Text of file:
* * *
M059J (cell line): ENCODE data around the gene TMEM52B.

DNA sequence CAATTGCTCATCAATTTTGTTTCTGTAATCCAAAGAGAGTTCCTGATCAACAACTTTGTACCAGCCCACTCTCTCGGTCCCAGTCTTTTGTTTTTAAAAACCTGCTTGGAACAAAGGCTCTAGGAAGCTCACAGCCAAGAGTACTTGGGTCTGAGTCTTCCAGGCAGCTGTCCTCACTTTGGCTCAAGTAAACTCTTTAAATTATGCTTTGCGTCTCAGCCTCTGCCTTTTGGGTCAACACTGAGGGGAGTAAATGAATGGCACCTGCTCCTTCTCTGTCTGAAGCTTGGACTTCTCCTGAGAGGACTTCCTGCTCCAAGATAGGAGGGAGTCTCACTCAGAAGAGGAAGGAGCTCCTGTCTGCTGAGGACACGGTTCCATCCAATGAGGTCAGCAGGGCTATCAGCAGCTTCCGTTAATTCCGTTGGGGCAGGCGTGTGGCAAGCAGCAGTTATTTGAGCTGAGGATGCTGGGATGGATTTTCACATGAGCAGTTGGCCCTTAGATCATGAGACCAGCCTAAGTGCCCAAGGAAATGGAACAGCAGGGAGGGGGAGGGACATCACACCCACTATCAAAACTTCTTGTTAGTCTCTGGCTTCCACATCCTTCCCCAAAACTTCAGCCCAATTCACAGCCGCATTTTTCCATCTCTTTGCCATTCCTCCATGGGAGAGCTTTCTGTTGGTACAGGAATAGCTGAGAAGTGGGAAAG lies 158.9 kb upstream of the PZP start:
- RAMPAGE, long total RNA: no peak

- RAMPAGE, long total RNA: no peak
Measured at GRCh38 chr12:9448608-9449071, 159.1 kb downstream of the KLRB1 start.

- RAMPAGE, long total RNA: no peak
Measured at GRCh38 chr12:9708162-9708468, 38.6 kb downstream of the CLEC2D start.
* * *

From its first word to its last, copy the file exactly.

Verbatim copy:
M059J (cell line): ENCODE data around the gene TMEM52B.

DNA sequence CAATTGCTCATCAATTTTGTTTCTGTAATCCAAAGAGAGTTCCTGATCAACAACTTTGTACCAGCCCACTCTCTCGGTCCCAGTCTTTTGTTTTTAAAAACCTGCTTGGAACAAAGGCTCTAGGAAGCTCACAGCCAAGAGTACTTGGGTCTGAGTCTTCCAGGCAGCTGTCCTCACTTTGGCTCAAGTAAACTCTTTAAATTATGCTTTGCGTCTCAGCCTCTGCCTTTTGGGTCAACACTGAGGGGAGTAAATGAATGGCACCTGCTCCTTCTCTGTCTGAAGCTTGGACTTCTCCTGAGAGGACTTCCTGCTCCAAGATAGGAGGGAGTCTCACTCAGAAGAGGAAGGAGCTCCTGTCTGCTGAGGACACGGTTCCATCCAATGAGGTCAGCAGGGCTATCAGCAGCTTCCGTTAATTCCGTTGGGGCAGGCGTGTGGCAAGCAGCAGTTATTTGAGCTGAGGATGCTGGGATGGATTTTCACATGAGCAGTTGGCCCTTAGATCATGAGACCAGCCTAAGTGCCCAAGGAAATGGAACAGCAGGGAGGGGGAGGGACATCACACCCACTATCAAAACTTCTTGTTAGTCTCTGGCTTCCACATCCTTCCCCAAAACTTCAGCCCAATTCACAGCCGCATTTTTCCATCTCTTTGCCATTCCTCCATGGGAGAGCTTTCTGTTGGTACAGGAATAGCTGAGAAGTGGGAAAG lies 158.9 kb upstream of the PZP start:
- RAMPAGE, long total RNA: no peak

- RAMPAGE, long total RNA: no peak
Measured at GRCh38 chr12:9448608-9449071, 159.1 kb downstream of the KLRB1 start.

- RAMPAGE, long total RNA: no peak
Measured at GRCh38 chr12:9708162-9708468, 38.6 kb downstream of the CLEC2D start.